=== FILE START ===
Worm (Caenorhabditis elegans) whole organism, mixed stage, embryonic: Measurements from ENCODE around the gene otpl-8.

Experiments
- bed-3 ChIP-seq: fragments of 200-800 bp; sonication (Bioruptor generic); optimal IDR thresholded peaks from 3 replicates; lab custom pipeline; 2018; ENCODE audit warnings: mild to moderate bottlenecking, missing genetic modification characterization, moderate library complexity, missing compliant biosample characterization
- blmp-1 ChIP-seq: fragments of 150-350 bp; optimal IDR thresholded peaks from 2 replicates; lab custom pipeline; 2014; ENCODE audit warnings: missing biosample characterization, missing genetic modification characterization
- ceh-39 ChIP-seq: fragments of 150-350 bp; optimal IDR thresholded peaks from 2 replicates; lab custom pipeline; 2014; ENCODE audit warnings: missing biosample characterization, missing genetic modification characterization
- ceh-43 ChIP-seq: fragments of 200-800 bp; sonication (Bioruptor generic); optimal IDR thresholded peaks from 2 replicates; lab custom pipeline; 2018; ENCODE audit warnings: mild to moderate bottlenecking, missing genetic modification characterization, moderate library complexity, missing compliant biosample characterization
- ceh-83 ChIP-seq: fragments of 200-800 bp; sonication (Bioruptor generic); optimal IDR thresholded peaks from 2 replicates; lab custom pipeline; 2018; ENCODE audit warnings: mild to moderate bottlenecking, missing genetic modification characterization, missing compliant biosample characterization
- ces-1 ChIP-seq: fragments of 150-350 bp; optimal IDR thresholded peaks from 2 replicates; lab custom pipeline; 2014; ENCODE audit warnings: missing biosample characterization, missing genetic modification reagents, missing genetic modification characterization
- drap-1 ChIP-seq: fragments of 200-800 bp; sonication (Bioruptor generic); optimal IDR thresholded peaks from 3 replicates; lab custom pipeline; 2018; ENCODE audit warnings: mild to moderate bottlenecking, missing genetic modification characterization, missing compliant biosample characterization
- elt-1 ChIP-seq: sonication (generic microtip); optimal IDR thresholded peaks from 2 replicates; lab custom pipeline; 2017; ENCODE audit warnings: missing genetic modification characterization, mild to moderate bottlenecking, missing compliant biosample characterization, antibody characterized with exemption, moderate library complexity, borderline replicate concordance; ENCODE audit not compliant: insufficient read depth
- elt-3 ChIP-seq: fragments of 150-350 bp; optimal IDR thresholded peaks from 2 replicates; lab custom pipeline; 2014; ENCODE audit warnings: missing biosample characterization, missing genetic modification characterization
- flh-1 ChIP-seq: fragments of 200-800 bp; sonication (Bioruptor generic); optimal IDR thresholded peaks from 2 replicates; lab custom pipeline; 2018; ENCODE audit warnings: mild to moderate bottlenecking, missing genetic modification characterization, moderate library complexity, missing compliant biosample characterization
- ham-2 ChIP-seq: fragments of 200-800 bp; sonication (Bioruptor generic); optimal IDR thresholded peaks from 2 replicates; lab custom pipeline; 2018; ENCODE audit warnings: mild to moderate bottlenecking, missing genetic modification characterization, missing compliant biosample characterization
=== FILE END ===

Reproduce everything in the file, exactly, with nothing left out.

Worm (Caenorhabditis elegans) whole organism, mixed stage, embryonic: Measurements from ENCODE around the gene otpl-8.

Experiments
- bed-3 ChIP-seq: fragments of 200-800 bp; sonication (Bioruptor generic); optimal IDR thresholded peaks from 3 replicates; lab custom pipeline; 2018; ENCODE audit warnings: mild to moderate bottlenecking, missing genetic modification characterization, moderate library complexity, missing compliant biosample characterization
- blmp-1 ChIP-seq: fragments of 150-350 bp; optimal IDR thresholded peaks from 2 replicates; lab custom pipeline; 2014; ENCODE audit warnings: missing biosample characterization, missing genetic modification characterization
- ceh-39 ChIP-seq: fragments of 150-350 bp; optimal IDR thresholded peaks from 2 replicates; lab custom pipeline; 2014; ENCODE audit warnings: missing biosample characterization, missing genetic modification characterization
- ceh-43 ChIP-seq: fragments of 200-800 bp; sonication (Bioruptor generic); optimal IDR thresholded peaks from 2 replicates; lab custom pipeline; 2018; ENCODE audit warnings: mild to moderate bottlenecking, missing genetic modification characterization, moderate library complexity, missing compliant biosample characterization
- ceh-83 ChIP-seq: fragments of 200-800 bp; sonication (Bioruptor generic); optimal IDR thresholded peaks from 2 replicates; lab custom pipeline; 2018; ENCODE audit warnings: mild to moderate bottlenecking, missing genetic modification characterization, missing compliant biosample characterization
- ces-1 ChIP-seq: fragments of 150-350 bp; optimal IDR thresholded peaks from 2 replicates; lab custom pipeline; 2014; ENCODE audit warnings: missing biosample characterization, missing genetic modification reagents, missing genetic modification characterization
- drap-1 ChIP-seq: fragments of 200-800 bp; sonication (Bioruptor generic); optimal IDR thresholded peaks from 3 replicates; lab custom pipeline; 2018; ENCODE audit warnings: mild to moderate bottlenecking, missing genetic modification characterization, missing compliant biosample characterization
- elt-1 ChIP-seq: sonication (generic microtip); optimal IDR thresholded peaks from 2 replicates; lab custom pipeline; 2017; ENCODE audit warnings: missing genetic modification characterization, mild to moderate bottlenecking, missing compliant biosample characterization, antibody characterized with exemption, moderate library complexity, borderline replicate concordance; ENCODE audit not compliant: insufficient read depth
- elt-3 ChIP-seq: fragments of 150-350 bp; optimal IDR thresholded peaks from 2 replicates; lab custom pipeline; 2014; ENCODE audit warnings: missing biosample characterization, missing genetic modification characterization
- flh-1 ChIP-seq: fragments of 200-800 bp; sonication (Bioruptor generic); optimal IDR thresholded peaks from 2 replicates; lab custom pipeline; 2018; ENCODE audit warnings: mild to moderate bottlenecking, missing genetic modification characterization, moderate library complexity, missing compliant biosample characterization
- ham-2 ChIP-seq: fragments of 200-800 bp; sonication (Bioruptor generic); optimal IDR thresholded peaks from 2 replicates; lab custom pipeline; 2018; ENCODE audit warnings: mild to moderate bottlenecking, missing genetic modification characterization, missing compliant biosample characterization